- The National Assembly passed the Bill without changes to the amendments made by the Senate earlier.
- Those who were previously not covered by the Fund will now be covered, healthcare providers will now find it easier to realise their markups and NHIF will be able to offer an expanded package.
The National Health Insurance Fund (NHIF) Amendment Bill 2021 passed by the National Assembly recently is a timely intervention. The Bill provides the necessary legal framework for the attainment of Universal Health Coverage (UHC) in the country.
The National Assembly passed the Bill without changes to the amendments made by the Senate earlier. I commend the two houses of Parliament for putting the health of Kenyans first.
In my view, accelerating the attainment of UHC is one of the best gifts the legislators could have given their electorate coming at a time when the world is battling Covid-19.
The NHIF Amendment Bill is a win for all. Those who were previously not covered by the Fund will now be covered, healthcare providers will now find it easier to realise their markups and NHIF will be able to offer an expanded package.
The bill makes it mandatory for all Kenyans aged above 18 to have NHIF membership. Currently, many people working in the informal sector have not enrolled into the programme due to its voluntary nature.
NHIF currently covers over 31 million Kenyans. However, the number of people actively contributing stands low at about 40 percent of the registered members.
With more contributors, it will now be easier for NHIF to create a sufficient financial base to provide health cover to all Kenyans. The higher the number of members, the less a benefit package will cost due to economies of scale.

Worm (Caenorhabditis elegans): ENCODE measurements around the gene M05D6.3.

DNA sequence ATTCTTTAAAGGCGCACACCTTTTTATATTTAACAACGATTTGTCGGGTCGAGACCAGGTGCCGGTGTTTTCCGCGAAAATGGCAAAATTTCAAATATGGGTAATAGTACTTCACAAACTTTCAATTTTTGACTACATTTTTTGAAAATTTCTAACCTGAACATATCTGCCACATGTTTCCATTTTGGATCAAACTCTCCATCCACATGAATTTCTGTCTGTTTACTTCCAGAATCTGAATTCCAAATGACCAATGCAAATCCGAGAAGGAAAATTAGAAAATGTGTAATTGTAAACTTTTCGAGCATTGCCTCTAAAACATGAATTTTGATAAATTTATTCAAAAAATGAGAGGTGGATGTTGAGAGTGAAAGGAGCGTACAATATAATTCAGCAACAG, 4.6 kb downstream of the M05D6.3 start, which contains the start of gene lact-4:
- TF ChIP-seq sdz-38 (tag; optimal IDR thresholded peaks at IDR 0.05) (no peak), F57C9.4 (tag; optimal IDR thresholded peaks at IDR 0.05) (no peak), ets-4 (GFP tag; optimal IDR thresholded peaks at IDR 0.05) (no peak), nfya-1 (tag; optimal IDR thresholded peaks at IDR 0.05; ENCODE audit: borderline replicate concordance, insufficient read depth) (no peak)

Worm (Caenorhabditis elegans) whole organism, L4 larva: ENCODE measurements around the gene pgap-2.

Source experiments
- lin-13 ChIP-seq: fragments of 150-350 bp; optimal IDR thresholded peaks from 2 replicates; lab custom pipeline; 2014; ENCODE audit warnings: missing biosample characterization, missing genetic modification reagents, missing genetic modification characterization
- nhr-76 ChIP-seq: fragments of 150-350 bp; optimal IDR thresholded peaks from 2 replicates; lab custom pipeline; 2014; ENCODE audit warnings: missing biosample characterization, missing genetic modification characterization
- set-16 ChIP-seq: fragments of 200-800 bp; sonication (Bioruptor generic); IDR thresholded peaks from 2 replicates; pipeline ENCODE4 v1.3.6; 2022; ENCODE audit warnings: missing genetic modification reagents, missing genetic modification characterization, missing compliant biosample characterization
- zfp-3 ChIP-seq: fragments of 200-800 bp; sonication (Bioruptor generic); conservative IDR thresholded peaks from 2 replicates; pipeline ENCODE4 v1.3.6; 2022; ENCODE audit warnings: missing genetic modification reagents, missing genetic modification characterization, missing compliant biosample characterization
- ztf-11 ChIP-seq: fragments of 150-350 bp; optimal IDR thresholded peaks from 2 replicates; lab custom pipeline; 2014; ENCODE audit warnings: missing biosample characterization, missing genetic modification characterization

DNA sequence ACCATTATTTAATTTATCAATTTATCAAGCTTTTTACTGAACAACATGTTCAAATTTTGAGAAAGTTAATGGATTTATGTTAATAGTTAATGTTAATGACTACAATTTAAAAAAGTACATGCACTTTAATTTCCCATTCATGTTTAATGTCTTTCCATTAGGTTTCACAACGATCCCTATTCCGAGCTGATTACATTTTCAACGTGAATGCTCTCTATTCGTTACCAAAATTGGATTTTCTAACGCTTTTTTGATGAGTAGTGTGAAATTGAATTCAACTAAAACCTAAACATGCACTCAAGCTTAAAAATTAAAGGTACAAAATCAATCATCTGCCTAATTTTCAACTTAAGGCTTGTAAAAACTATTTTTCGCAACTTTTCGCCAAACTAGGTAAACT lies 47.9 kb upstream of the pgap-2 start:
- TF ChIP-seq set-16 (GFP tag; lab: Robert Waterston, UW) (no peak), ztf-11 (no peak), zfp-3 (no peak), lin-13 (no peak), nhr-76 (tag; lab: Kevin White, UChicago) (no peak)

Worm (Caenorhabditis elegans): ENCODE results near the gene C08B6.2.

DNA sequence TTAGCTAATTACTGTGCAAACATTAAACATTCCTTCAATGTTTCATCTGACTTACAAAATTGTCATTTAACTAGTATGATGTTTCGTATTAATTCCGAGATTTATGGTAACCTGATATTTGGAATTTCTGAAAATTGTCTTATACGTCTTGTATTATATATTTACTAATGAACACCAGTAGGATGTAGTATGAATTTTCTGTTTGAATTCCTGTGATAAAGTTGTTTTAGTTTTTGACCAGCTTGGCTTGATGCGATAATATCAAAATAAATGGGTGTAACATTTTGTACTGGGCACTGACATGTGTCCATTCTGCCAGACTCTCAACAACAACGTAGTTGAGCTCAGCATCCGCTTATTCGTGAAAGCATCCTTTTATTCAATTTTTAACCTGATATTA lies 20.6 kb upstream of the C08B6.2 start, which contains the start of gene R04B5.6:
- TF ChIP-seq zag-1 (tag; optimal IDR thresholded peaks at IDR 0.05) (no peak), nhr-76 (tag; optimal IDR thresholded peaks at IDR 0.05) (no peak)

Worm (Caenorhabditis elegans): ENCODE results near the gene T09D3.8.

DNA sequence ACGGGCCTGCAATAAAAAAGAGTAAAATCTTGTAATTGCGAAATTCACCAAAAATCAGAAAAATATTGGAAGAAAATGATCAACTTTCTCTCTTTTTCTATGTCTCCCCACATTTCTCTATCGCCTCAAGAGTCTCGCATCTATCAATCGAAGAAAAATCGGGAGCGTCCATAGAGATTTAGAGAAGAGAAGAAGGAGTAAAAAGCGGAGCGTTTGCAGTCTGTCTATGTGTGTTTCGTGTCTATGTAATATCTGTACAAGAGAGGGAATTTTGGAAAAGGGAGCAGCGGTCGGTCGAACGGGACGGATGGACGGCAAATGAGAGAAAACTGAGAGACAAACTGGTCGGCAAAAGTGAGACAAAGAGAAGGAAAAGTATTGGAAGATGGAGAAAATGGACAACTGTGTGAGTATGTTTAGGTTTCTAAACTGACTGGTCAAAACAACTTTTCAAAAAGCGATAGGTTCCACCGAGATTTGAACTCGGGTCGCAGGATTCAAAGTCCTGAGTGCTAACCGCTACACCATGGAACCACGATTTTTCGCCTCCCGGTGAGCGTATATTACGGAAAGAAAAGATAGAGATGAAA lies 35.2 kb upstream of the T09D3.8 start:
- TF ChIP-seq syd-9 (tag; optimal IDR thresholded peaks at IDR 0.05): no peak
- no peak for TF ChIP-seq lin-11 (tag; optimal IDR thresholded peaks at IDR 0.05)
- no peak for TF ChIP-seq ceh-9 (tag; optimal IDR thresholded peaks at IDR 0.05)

Universal health coverage will make fundraisers to cater for hospital bills a thing of the past. At the moment, it is common to see even Kenyans deemed to be well-off organising a fundraiser whenever a family member falls sick.
Better still, the amended law prevents NHIF from withdrawing the benefits of a person undergoing treatment for a chronic illness, a welcome move considering the increasing number of Kenyans suffering non-communicable diseases in the recent past.
Under the amended law, the NHIF board will carry out a review of applicable tariffs payable out of the fund to contracted healthcare providers every two years.
This will enable the health insurer to periodically increase its funding pool to match the rise in treatment costs. NHIF last reviewed its rates in 2015.
Additionally, the biennial review will enable the Fund to seal loopholes that some dishonest health service providers have been using to enrich themselves at the expense of Kenyans.
While it is important to punish and deter fraudsters, it is equally important not to be seen as being too punitive as this reduces the willingness of the public to report fraudulent activities.
Hence, the decision by Senate to reduce the penalty for insurance fraud from Sh1 million to Sh100,000 or a six-month jail term will encourage more Kenyans to report on fraudsters.
The amended law has something for employers too. It exempts employers from paying a matching contribution for their employees if the employer has procured a private health insurance cover. Overall, NHIF will become more sustainable, and more Kenyans will benefit.